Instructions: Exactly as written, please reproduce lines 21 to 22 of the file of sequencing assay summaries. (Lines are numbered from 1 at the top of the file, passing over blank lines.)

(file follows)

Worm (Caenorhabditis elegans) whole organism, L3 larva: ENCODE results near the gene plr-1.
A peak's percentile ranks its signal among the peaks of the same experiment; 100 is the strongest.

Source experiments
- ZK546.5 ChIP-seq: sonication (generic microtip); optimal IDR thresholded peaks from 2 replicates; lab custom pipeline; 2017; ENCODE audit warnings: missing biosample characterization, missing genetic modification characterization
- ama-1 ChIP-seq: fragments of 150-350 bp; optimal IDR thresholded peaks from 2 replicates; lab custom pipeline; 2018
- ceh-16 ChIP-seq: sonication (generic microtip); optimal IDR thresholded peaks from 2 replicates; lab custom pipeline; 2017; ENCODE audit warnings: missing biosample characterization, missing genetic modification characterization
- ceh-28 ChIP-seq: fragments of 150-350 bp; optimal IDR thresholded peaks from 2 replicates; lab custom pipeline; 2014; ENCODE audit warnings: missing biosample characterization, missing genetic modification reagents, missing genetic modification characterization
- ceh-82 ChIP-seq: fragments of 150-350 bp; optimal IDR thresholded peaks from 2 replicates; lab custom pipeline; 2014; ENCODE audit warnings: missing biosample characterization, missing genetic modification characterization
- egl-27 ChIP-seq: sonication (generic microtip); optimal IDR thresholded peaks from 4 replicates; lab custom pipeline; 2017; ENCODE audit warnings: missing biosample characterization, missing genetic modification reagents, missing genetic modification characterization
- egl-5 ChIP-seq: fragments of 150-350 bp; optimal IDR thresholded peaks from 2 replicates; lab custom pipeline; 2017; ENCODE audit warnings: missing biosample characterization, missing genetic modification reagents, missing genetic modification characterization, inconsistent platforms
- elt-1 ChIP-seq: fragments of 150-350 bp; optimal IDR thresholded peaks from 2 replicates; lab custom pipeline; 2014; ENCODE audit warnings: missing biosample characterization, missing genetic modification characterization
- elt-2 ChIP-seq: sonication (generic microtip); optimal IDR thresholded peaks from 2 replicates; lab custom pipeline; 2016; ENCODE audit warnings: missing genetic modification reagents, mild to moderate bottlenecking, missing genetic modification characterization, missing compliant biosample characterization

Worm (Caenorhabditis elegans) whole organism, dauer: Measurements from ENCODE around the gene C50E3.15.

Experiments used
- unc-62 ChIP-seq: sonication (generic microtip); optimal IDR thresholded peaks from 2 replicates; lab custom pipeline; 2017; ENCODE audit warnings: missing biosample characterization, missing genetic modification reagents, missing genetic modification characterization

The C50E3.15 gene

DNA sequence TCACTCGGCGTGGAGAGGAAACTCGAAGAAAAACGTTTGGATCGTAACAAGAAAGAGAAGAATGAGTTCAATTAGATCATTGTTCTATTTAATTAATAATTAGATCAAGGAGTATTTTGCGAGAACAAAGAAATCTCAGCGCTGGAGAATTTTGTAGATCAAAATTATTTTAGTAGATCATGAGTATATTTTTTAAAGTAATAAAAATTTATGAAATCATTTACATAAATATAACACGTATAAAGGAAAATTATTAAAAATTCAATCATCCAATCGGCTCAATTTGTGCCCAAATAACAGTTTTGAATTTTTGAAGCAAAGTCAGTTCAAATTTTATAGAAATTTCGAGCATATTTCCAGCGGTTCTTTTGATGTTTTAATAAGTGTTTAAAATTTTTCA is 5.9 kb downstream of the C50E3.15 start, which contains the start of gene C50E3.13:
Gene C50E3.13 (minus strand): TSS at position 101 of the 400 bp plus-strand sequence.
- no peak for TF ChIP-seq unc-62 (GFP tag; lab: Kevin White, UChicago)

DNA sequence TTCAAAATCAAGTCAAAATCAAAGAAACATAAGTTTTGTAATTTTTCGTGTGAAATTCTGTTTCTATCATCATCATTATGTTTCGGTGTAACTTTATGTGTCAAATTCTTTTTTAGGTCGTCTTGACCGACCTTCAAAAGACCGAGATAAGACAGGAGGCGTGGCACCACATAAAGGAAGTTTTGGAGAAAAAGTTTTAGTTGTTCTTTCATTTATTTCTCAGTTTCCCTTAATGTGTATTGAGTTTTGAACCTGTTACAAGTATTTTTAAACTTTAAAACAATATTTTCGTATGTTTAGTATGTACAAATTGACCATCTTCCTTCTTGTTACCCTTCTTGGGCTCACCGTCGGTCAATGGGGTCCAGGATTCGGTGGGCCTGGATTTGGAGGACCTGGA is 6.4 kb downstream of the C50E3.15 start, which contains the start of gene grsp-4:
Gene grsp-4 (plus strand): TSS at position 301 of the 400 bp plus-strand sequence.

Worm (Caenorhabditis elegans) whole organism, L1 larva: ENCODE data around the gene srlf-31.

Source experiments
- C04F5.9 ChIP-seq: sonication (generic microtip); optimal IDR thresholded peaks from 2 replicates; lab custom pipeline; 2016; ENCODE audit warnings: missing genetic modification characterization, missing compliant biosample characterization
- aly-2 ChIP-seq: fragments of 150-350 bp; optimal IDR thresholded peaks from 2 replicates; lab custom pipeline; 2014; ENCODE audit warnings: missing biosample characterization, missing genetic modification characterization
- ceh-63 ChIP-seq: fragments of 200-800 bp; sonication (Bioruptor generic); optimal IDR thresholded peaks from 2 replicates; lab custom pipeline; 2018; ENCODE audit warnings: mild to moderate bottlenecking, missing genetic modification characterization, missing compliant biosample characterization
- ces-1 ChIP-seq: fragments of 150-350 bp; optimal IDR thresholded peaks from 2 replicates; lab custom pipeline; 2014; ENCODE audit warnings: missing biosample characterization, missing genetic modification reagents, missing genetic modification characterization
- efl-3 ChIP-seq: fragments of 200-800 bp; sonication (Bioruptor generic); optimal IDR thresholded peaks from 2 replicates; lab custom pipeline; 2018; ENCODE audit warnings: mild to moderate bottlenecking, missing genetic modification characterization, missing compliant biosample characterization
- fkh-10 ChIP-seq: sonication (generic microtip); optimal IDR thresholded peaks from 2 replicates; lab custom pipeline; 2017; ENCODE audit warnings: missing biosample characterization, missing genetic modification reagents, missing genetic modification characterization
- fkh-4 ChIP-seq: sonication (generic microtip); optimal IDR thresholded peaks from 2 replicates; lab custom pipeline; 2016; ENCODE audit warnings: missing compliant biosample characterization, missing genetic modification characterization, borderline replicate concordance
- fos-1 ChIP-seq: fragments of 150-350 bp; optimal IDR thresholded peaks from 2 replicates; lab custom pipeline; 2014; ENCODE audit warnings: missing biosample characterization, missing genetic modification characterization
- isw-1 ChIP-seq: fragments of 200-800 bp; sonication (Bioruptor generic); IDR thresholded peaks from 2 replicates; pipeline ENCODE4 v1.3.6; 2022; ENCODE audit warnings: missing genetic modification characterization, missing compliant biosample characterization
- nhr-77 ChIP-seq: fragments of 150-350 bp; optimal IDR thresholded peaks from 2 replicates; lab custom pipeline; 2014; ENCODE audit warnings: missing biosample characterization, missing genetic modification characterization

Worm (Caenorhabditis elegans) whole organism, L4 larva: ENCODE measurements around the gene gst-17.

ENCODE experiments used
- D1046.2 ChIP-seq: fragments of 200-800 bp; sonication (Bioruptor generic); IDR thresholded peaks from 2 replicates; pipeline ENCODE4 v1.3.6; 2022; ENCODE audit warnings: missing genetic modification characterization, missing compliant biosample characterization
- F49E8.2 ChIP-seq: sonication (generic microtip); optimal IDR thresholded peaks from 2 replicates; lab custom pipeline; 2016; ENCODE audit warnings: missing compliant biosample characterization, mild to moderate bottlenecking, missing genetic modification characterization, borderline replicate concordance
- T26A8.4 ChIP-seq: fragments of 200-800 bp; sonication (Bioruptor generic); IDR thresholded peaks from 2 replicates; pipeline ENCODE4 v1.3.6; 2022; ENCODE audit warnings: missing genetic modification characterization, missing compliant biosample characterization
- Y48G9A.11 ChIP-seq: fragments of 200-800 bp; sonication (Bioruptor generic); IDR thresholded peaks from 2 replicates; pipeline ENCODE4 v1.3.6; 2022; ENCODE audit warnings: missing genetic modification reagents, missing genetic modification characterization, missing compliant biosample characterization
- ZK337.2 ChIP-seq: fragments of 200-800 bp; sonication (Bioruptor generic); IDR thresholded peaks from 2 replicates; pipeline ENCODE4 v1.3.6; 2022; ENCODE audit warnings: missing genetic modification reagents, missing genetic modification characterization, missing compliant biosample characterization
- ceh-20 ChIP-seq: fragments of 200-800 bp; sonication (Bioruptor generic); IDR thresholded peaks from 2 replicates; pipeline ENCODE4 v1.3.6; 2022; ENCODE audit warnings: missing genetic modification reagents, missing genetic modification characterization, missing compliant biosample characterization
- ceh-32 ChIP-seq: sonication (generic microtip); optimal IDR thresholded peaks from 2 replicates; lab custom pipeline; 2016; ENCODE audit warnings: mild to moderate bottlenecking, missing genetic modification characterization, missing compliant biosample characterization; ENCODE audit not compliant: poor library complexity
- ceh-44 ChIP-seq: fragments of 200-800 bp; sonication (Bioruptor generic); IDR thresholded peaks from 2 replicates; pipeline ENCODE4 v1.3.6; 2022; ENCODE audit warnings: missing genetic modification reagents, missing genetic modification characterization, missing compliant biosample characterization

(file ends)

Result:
Gene grsp-4 (plus strand): TSS at position 301 of the 400 bp plus-strand sequence.

Worm (Caenorhabditis elegans) whole organism, L1 larva: ENCODE data around the gene srlf-31.